Session Type: ACR Concurrent Abstract Session
Session Time: 4:30PM-6:00PM
Background/Purpose: Early preeclampsia is a serious pregnancy complication characterized by abnormal placentation and diffuse maternal endothelial cell dysfunction, and requires emergent delivery which may be very premature. SLE has been shown to increase the risk of preeclampsia, but little is known about the risks of early onset preeclampsia – a pregnancy morbidity associated with stroke, placental abruptions, and perinatal death.
Methods: Using national population-based Swedish registers we identified women with SLE (≥2 visits with corresponding ICD codes) and without SLE who gave birth to singleton infants 2001-2012 in the Swedish Medical Birth Register. Comparators without SLE were drawn from the general population. Preeclampsia was defined using date of first corresponding diagnosis during pregnancy to define early onset (<34 weeks). The association between early preeclampsia and maternal SLE was estimated by multivariable-adjusted modified Poisson models for first, subsequent, and all births. BMI, age, smoking, and pregestational hypertension and diabetes were included as potential confounders. We used ICD-10- coded visit and heparin dispensing during pregnancy from the Prescribed Drug Register (2006-2012) as a proxy for antiphospholipid syndrome (APS).Preeclampsia history was adjusted for in analyses of subsequent and all births. We investigated effect modification by pregestational hypertension, examined residual confounding by APS and misclassification of preeclampsia due to lupus nephritis.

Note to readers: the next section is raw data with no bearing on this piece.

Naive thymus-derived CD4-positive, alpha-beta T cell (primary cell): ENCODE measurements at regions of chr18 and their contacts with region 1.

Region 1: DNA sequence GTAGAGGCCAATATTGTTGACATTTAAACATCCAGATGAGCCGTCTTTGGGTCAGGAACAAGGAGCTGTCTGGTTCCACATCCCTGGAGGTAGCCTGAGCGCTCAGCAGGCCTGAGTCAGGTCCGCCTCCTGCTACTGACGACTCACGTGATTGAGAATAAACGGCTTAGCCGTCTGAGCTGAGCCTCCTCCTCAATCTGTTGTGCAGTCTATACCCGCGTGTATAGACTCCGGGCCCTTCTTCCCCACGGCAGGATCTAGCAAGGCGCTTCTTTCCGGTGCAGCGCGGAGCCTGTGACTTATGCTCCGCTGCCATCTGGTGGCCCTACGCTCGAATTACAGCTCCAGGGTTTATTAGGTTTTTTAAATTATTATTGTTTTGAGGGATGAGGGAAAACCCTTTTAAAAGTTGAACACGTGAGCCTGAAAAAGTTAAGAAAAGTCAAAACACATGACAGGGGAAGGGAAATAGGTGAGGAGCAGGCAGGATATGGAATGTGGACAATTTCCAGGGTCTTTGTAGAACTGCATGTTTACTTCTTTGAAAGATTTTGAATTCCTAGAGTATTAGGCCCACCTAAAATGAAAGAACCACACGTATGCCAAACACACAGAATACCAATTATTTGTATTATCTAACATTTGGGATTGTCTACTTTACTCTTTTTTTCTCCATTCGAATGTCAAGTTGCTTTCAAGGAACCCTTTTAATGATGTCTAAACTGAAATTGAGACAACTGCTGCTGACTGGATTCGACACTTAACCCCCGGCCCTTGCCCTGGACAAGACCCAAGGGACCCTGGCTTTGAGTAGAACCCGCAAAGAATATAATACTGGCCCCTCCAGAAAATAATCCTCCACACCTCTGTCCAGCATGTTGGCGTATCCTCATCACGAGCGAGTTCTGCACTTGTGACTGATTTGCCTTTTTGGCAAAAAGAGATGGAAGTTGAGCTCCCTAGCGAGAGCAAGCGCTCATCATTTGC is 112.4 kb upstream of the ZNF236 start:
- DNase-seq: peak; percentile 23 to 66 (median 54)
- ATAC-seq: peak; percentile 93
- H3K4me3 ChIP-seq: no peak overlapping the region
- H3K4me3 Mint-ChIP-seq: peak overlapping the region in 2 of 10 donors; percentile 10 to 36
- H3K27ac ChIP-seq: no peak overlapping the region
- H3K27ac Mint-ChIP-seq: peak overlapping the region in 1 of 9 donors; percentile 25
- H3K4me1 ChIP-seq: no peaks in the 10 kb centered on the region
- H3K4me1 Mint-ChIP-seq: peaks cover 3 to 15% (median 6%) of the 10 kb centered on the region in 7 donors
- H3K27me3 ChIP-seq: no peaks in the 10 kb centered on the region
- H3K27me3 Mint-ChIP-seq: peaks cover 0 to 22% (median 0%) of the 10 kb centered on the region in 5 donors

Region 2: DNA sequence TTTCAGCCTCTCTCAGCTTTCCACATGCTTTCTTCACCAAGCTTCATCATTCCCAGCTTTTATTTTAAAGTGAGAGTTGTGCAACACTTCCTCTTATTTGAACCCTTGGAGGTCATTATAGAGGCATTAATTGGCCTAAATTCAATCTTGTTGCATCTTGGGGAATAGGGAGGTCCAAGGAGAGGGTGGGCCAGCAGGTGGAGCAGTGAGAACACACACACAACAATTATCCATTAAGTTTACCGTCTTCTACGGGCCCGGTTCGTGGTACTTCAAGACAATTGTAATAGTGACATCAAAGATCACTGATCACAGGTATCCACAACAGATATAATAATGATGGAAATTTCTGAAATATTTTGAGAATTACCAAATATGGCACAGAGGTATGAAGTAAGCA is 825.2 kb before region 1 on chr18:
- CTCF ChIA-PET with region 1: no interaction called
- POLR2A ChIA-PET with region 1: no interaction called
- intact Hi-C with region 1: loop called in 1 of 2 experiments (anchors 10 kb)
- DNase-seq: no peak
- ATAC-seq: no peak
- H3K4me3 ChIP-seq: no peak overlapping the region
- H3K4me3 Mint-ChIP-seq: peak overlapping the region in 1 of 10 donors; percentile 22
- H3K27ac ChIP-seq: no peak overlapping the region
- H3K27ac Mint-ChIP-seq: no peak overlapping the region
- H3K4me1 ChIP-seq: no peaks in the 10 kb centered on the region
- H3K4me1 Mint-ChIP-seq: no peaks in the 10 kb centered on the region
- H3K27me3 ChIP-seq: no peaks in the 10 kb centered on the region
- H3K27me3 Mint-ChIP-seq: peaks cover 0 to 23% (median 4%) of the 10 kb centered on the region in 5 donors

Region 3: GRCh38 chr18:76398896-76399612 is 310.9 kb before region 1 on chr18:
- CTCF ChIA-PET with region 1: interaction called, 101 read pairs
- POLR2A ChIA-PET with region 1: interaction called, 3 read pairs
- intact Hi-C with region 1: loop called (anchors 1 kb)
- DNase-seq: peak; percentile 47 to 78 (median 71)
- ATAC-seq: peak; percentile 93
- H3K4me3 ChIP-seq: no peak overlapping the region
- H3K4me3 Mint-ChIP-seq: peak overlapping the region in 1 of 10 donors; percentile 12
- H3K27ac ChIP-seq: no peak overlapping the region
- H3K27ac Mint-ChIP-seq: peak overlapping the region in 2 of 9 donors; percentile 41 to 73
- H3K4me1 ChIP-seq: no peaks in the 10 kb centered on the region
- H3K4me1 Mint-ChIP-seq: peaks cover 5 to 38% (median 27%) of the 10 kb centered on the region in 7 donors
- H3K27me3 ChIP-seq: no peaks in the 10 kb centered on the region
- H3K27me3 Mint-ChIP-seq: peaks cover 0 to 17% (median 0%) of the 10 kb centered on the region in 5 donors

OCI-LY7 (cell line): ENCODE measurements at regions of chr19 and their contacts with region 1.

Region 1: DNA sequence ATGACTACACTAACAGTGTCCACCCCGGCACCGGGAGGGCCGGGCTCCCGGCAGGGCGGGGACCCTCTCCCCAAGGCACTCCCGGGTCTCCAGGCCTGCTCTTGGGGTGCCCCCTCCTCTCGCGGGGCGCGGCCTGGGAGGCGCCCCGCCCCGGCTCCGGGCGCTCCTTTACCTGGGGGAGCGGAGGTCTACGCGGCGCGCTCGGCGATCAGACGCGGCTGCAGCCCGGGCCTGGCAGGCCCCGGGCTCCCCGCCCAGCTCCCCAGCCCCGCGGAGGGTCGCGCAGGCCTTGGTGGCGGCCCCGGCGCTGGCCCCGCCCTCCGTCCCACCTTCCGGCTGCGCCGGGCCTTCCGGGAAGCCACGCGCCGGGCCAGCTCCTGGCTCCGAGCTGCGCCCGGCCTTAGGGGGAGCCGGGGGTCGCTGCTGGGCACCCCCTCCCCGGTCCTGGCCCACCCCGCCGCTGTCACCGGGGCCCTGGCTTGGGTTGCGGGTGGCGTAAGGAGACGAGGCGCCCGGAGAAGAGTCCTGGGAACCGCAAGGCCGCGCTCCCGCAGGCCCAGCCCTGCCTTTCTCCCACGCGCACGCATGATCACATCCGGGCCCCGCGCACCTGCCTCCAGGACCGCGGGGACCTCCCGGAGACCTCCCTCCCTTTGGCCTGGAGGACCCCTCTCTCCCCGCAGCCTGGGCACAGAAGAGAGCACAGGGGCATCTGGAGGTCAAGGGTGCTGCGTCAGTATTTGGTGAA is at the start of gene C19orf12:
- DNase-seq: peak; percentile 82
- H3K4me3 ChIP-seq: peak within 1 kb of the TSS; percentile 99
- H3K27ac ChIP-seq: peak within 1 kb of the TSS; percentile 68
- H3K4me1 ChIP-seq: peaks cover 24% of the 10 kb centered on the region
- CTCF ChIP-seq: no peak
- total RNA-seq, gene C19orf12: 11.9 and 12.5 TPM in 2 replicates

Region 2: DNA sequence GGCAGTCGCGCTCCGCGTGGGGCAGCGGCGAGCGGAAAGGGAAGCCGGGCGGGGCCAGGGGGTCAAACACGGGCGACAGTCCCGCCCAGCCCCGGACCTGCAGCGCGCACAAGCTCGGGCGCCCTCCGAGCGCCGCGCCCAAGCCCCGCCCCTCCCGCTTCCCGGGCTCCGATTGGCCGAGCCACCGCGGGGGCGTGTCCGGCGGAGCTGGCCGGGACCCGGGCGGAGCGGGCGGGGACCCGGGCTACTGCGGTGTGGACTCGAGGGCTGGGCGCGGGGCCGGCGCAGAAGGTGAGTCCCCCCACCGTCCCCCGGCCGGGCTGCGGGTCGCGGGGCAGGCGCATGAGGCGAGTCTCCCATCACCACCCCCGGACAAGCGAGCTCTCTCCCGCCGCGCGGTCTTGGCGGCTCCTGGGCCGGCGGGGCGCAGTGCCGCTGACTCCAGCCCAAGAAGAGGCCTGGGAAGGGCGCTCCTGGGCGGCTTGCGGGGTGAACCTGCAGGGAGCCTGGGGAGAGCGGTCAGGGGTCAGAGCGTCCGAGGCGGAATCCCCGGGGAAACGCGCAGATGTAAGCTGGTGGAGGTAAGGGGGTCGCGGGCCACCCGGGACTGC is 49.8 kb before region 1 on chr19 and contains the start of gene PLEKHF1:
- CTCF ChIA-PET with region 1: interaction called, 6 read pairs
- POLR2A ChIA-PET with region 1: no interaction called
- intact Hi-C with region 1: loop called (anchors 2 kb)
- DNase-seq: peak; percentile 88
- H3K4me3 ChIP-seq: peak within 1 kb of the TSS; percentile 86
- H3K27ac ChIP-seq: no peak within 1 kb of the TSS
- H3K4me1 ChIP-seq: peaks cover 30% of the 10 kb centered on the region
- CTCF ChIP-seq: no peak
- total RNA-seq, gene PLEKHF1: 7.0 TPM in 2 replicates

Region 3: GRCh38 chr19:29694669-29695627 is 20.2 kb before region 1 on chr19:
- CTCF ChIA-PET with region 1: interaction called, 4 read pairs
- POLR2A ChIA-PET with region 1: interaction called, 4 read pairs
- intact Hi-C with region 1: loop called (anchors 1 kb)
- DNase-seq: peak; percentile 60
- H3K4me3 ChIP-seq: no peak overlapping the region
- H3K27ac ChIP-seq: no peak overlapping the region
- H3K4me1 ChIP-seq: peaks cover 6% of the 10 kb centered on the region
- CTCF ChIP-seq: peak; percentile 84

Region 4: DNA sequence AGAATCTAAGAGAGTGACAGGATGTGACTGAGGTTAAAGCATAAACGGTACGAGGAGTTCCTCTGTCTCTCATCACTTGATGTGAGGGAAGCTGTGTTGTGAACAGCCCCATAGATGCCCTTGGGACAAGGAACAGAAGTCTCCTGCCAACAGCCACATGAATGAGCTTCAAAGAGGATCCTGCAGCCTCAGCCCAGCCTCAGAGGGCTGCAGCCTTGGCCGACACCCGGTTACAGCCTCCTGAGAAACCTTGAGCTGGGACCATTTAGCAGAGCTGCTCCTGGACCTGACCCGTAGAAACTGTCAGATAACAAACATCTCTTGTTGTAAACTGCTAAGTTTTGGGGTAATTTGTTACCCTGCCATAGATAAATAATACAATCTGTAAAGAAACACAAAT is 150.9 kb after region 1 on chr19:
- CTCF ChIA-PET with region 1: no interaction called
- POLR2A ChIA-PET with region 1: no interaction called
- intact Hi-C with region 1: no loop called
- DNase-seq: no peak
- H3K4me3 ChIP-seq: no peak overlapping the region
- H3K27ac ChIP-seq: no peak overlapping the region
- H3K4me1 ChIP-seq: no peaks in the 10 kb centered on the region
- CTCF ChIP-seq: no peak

Results: There were 742 births to women with SLE (343 first births) and 10484 births to women from the general population (4443 first births). Compared to the general population, SLE was associated with a significantly increased risk of early preeclampsia for all, first, and subsequent births [RR=7.3, (95% CI=4.5, 11.9), mvar-adj, all births]. Adjustment for APS proxy attenuated the association (RR=3.7, 95% CI=1.7, 7.9), but SLE remained significantly associated with early preeclampsia. Findings were similar among women without pregestational hypertension, a strong risk factor for early preeclampsia, as well as in the absence of recent nephrology care. RRs for early preeclampsia were smaller, but significant, for subsequent births compared to first and all births [RR=2.8, (95% CI=1.2, 6.4) subsequent].
Conclusion: Women with SLE are at increased risk of preeclampsia before 34 weeks gestation, and importantly, this increased risk may be independent of pregestational hypertension, APS, BMI, or smoking. Traditional risk factors alone may not explain the increased risk of early preeclampsia among women with SLE for first, subsequent, or any birth. Women with SLE during pregnancy should continue to be monitored carefully for early preeclampsia and future research is needed to identify what non-traditional preeclampsia factors might be causing this serious outcome.
To cite this abstract in AMA style:Simard JF, Arkema EV, Nguyen C, Svenungsson E, Wikstrom AK, Palmsten K, Salmon JE. Early Preeclampsia Risk in Lupus Pregnancy: A Swedish Population-Based Register Investigation [abstract]. Arthritis Rheumatol. 2016; 68 (suppl 10). https://acrabstracts.org/abstract/early-preeclampsia-risk-in-lupus-pregnancy-a-swedish-population-based-register-investigation/. Accessed December 2, 2020.
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